D'Ambrosi's latest presentation, "The Dis-Adventures of Peter Pan vs. Capitan Maldetto" is firmly in keeping with his yearly theatrical obsessions at La MaMa. Remarkably, it is his shortest, most daring, and his bravest. For one, some of the cast members are literally Italians with mental disabilities. Ten of the ensemble performers in the cast are members of an Italian voluntary center in Rome called "The White Horse (Il Cavallo Bianco)" which, the program says, is "created by and for young people with and without mental disabilities."
Before Arlene Croce's ilk can claim "victim art," D'Ambrosi subverts sensationalism or unseemliness by deploying one hilarious piece of irony: no character is more perverted or more insane than D'Ambrosi himself in the role of Capitan Maldetto. How insane is he? How perverted? When D'Ambrosi first enters the stage, lording over the innocent children (played by the mentally disabled Italians) from the top of his stoop, a pirate refers to him as "Capitan Pedophilia."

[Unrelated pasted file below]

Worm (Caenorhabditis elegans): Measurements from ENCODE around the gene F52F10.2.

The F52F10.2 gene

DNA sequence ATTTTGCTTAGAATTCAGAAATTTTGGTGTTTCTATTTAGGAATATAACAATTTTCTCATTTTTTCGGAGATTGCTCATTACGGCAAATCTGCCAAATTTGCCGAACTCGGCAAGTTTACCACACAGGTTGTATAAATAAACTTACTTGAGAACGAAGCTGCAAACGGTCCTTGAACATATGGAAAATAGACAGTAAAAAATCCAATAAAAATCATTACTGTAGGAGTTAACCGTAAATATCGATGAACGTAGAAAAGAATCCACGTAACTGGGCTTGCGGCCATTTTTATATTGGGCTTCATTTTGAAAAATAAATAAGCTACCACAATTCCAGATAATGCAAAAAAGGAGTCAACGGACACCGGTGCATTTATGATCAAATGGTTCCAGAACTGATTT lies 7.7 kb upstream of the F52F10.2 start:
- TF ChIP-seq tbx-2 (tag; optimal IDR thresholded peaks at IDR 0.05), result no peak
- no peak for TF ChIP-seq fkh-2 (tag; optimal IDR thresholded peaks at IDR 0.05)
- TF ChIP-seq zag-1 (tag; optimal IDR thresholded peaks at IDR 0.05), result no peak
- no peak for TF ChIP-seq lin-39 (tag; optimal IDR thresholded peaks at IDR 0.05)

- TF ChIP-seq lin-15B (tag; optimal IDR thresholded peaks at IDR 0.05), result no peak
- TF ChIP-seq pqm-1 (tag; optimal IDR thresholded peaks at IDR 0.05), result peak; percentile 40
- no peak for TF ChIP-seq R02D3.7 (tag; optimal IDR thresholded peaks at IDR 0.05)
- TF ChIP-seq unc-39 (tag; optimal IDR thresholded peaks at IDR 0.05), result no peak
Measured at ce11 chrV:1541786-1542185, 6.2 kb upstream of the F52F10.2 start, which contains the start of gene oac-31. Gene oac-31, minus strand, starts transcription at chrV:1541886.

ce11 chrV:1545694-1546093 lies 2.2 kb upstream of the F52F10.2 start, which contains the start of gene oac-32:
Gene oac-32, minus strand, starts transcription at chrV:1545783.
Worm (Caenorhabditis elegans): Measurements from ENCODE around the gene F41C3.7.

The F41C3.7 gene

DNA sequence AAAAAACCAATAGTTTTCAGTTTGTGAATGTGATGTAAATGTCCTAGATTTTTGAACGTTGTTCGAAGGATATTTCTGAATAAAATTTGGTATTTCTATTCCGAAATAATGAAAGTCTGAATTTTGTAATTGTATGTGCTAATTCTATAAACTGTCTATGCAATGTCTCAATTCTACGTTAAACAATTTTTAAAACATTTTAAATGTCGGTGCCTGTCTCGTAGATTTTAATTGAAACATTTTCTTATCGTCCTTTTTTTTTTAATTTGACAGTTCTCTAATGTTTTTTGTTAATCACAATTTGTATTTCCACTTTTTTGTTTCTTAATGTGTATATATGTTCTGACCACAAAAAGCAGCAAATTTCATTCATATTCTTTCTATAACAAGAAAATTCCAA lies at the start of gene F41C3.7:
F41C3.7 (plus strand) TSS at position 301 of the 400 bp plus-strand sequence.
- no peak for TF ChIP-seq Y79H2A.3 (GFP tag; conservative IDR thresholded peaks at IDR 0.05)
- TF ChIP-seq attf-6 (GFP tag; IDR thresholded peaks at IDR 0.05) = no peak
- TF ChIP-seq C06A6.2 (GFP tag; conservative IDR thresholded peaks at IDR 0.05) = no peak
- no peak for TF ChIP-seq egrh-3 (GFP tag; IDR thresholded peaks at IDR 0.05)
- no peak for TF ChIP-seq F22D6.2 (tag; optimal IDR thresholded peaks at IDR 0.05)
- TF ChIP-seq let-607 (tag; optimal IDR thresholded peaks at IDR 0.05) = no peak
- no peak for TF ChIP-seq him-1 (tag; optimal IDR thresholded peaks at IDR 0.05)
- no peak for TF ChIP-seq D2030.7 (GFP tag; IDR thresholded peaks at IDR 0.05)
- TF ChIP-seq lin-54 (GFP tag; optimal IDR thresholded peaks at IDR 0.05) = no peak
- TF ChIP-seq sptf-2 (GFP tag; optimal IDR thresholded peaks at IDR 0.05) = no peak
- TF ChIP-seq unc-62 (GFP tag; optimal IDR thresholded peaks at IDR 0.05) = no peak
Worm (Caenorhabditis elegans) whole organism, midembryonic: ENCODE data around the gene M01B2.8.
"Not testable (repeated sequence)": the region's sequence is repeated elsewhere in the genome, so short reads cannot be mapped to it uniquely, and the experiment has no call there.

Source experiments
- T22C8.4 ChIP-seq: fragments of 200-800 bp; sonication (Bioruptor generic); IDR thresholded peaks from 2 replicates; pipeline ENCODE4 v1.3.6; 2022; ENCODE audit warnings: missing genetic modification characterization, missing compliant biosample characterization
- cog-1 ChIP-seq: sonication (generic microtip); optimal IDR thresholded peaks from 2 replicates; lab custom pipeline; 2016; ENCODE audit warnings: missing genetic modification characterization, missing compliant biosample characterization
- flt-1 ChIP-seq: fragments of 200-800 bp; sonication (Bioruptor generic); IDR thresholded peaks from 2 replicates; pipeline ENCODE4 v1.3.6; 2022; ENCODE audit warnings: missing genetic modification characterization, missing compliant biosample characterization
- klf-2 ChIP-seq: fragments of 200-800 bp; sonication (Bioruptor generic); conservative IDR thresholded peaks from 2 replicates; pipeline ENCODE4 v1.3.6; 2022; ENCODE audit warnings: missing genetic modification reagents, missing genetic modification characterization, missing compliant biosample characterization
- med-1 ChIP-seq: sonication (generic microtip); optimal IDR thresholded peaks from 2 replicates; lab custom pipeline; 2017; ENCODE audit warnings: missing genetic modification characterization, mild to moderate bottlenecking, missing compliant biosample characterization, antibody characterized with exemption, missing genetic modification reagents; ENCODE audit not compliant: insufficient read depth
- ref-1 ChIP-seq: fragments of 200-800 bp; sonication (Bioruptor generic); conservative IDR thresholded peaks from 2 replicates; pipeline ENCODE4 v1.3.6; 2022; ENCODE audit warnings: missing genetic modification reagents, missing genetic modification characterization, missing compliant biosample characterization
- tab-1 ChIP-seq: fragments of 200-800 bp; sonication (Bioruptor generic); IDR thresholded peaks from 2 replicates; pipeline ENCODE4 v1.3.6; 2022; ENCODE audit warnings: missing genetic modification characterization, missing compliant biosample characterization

Indeed, while "The Dis-Adventures of Peter Pan vs. Capitan Maldetto" might seem like yet another tired version of J. M. Barrie famous classic (didn't Mabou Mines just perform "Peter & Wendy" at Yale Rep?), D'Ambrosi gives the myth one more surge of electrical shock and brings it to subversive life. Capitan Maldetto terrorizes the kids every chance he can get. He paws their bare open legs. He delights in the shape of their buttocks. He films them with his movie camera obsessively, even when they are not doing anything particularly interesting. In fact, the image of D'Ambrosi totting a video camera around may just be one of the most pointed symbols of the culture of child molesting and abuse. Wearing a black-coat and a Nazi-like swastika armband, Capitan Maldetto represents the fascism of adulthood. Licking a lollipop and playing with toys, he is depicted with grim humor and bitter irony; he personifies how modern society eroticizes empty innocence through the media, how children are both fetish objects and innocent victims of an unbelievable and relentless scrutiny by the capitalist-consumerist-industrial structure.